Earth Day 2020 is looking a lot different than it does in most years. While the day is often full of festivals, this 50th anniversary is quieter and possibly more natural than ever.

Public gatherings of more than 10 people are forbidden during Delaware’s State of Emergency, with a goal of slowing the spread of coronavirus (COVID-19). But people can enjoy nature on a more personal basis.

Bethany Beach Nature Center had to close its Route 26 cottage to the public, but the trail and gardens are still open daily, from dawn to dusk. It’s free and handicapped-accessible.

“People just don’t realize how deep it goes back, and they’re always just so surprised. … They feel like they discovered something nobody else knows about,” said director Nancy Lucy.

Although heartbroken about canceling the annual Earth Day celebration, she said she is looking forward to planning other family-friendly programs this summer.

“Today is Earth Day, and it’s such a gorgeous day,” Lucy said on Wednesday morning, April 22.

“Honestly, this is how it was when we moved here from [Washington] D.C. in1974. There was no traffic. There was no activity at this time of year. It was still extremely quiet.”

Coastal Delaware has become an almost year-round destination, and many people have noticed the increase in people and buildings.

As people are urged to shelter-in-place across the world, traffic has nearly stopped, and factories have stopped producing. It’s a scary time for humans, as many are either worried about illness, being out of work or taking a pay cut (including Lucy).

But suddenly, smog is lifting from China. Venetian canals are calm enough to see the shallow bottoms. Indian households can see the Himalayas at a distance for the first time in years.

“There’s a lot more to life before we leave this planet, besides leaving material goods,” Lucy said. “It feels like everybody’s peddling so fast that you lose that sense of what we’re going through — but now we really have time! With every bad thing comes a good thing, we just have to figure it out.”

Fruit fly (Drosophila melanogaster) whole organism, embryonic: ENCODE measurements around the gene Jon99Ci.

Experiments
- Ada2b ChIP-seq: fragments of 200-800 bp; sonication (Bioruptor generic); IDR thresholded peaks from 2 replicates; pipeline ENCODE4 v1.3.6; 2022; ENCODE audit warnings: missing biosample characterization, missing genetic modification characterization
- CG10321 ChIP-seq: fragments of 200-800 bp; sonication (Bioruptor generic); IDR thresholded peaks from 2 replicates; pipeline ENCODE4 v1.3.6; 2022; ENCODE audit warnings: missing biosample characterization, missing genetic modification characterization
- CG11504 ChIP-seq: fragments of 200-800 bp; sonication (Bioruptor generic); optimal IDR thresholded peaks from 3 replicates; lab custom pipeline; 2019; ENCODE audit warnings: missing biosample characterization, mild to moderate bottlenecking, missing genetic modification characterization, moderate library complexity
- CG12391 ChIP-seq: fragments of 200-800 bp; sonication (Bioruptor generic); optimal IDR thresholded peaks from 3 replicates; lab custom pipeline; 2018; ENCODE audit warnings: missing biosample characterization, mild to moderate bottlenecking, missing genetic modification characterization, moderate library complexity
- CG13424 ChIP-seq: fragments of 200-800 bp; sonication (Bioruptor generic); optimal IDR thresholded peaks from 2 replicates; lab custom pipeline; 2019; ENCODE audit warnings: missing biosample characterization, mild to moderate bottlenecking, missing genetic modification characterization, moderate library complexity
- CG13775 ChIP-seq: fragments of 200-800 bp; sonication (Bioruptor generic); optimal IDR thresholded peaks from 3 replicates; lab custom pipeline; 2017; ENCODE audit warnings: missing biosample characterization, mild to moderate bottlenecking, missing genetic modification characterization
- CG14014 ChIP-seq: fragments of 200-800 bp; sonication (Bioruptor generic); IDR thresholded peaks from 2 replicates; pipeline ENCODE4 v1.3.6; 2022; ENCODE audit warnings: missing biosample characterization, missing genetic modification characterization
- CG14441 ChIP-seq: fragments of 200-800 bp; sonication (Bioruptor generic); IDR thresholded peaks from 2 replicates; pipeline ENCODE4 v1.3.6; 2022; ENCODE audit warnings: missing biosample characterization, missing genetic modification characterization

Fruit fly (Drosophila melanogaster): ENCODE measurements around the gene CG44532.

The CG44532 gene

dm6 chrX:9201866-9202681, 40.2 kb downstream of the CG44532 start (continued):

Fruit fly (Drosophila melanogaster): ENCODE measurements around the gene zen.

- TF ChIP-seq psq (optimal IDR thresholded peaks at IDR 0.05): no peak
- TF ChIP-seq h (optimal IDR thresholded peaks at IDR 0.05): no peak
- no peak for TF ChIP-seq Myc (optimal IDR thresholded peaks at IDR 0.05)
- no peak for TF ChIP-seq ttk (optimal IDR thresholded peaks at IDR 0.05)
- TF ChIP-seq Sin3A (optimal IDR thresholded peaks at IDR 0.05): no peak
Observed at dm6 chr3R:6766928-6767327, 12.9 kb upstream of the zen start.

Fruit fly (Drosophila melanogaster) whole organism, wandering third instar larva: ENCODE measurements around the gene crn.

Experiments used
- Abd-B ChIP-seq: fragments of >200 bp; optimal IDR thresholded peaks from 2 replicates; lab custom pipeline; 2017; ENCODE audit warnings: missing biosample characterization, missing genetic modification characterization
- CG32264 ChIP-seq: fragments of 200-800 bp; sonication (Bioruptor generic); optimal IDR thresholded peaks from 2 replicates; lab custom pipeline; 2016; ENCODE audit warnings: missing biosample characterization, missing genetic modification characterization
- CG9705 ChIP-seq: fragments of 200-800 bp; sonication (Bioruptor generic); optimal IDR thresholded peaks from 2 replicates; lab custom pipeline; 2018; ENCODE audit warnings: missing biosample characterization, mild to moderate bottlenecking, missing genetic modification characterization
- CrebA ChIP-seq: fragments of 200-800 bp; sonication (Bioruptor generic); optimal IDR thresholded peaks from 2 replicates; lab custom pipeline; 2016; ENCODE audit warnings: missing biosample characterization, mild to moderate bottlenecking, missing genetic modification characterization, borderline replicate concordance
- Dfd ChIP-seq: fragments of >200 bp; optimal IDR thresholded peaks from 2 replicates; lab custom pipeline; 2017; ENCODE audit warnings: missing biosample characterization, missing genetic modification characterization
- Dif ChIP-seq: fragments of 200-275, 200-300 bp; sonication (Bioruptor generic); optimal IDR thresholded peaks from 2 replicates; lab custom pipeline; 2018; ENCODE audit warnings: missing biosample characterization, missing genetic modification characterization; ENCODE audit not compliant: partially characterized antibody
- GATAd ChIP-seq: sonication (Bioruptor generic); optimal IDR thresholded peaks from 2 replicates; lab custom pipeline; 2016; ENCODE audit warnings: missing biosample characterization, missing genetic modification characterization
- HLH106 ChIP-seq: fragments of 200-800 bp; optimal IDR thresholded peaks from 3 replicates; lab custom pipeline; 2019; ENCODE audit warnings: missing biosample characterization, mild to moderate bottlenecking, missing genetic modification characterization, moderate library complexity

She encouraged people to take a first step outdoors, and Bethany Beach Nature Center is one place for doing that. People can sit on a bench, hike the trail, walk a dog, go geocaching, or gaze at the osprey nests and minnow pond.

Just sit outside and absorb it, “because that’s going to give you the balance. … It’s not like you have to buy it. It’s an investment that you’re not even paying money for. But it’s an investment. It’s just something you need.”

Being outdoors is all about quality of life, and it’s something to pass on to our children, Lucy said.

“You don’t have to go to extremes. You can find a balance, and you can see why trees are important and water is important. It’s life! if you give yourself time to think about it.”

She encouraged people to “just do one thing” to be kinder to the environment.

“Go solar or eat more plants, or plant milkweed. … Just start with an action. Then that action becomes repetitive and it becomes a habit.”

She said she’s looking forward to greeting visitors again and hearing their new perspectives after a springtime of shelter-in-place. But until then, the grass is still growing, the fish are flitting and the turtles are snapping.

Staff Reporter

Laura Walter is an award-winning reporter on schools, environment, people and history. A graduate of Indian River High School and Washington College, she has rappelled off a building and assisted a magician, and encourages readers to act on local issues.